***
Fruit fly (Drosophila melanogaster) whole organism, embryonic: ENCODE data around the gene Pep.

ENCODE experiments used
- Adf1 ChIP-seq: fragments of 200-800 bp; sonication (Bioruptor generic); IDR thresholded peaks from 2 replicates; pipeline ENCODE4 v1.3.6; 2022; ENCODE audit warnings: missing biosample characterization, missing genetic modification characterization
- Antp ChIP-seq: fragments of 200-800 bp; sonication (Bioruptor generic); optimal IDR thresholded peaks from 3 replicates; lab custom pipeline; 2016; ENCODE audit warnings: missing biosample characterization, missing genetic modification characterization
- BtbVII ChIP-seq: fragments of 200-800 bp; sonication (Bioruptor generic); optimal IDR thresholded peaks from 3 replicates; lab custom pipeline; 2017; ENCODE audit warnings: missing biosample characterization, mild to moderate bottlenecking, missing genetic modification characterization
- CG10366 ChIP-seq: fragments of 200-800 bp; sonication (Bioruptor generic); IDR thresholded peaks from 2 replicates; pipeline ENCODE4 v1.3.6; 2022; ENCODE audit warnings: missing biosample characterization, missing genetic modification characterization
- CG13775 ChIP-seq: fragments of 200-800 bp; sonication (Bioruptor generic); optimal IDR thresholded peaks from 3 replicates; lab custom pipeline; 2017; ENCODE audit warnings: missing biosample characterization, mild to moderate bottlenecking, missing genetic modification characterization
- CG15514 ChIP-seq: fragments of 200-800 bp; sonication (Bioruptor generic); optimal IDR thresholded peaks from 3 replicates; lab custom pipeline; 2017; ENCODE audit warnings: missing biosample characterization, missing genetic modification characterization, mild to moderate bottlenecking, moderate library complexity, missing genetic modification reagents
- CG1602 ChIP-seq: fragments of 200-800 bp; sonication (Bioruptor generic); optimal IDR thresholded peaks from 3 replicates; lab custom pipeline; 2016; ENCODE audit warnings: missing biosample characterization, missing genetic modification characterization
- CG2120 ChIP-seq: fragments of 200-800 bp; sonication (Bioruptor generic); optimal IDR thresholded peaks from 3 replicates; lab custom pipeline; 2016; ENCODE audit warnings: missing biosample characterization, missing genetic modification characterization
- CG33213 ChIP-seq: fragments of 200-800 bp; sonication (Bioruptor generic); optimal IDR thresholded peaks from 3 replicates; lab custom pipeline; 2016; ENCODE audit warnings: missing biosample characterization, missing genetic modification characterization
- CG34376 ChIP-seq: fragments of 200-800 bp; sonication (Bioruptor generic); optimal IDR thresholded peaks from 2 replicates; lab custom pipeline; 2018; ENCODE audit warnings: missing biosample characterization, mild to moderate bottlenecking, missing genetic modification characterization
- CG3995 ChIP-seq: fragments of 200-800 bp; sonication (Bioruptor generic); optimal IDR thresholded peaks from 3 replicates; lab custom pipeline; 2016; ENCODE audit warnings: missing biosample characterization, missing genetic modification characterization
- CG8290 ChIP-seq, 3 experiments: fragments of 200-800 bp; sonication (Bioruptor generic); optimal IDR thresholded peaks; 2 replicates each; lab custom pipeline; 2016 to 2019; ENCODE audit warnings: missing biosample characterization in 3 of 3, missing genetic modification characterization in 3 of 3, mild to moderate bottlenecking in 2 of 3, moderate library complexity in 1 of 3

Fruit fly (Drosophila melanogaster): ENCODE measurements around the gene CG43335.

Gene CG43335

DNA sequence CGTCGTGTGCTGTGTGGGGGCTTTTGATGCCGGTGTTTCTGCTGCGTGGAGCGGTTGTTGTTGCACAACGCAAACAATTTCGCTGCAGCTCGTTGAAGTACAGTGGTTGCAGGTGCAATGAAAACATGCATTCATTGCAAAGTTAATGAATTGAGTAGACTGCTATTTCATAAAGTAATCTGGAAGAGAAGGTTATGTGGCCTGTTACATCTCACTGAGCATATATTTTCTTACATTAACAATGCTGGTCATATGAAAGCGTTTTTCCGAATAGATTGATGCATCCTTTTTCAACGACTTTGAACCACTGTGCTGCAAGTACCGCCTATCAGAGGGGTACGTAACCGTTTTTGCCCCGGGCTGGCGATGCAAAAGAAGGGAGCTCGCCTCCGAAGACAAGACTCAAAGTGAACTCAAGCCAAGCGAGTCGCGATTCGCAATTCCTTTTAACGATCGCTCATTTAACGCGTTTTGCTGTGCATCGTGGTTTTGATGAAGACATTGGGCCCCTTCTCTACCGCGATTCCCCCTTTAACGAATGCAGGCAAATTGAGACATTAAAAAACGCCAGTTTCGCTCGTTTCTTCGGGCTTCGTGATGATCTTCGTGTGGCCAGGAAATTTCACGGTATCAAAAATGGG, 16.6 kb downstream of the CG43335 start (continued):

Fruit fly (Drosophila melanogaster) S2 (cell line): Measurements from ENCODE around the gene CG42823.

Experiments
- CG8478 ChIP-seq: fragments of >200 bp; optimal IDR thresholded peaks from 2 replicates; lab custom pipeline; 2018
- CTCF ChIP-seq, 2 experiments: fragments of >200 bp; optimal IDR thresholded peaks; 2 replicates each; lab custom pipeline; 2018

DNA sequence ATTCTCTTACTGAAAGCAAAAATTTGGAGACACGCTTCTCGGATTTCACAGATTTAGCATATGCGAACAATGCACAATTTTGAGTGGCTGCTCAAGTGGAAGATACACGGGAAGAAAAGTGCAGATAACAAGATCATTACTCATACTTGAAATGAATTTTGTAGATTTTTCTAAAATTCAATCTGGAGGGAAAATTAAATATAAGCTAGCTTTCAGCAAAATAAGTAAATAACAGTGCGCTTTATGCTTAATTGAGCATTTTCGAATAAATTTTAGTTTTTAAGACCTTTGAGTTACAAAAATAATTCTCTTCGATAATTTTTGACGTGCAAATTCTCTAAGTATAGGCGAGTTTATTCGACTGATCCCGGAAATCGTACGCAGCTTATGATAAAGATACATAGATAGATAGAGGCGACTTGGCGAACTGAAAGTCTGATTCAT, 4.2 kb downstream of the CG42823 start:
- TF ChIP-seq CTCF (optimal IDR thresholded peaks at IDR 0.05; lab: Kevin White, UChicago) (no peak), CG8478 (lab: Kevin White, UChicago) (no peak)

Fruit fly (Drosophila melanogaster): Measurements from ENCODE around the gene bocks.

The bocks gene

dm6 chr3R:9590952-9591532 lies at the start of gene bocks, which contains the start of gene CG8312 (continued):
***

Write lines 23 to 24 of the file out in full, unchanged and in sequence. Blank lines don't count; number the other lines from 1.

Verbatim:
- TF ChIP-seq CTCF (optimal IDR thresholded peaks at IDR 0.05; lab: Kevin White, UChicago) (no peak), CG8478 (lab: Kevin White, UChicago) (no peak)

Fruit fly (Drosophila melanogaster): Measurements from ENCODE around the gene bocks.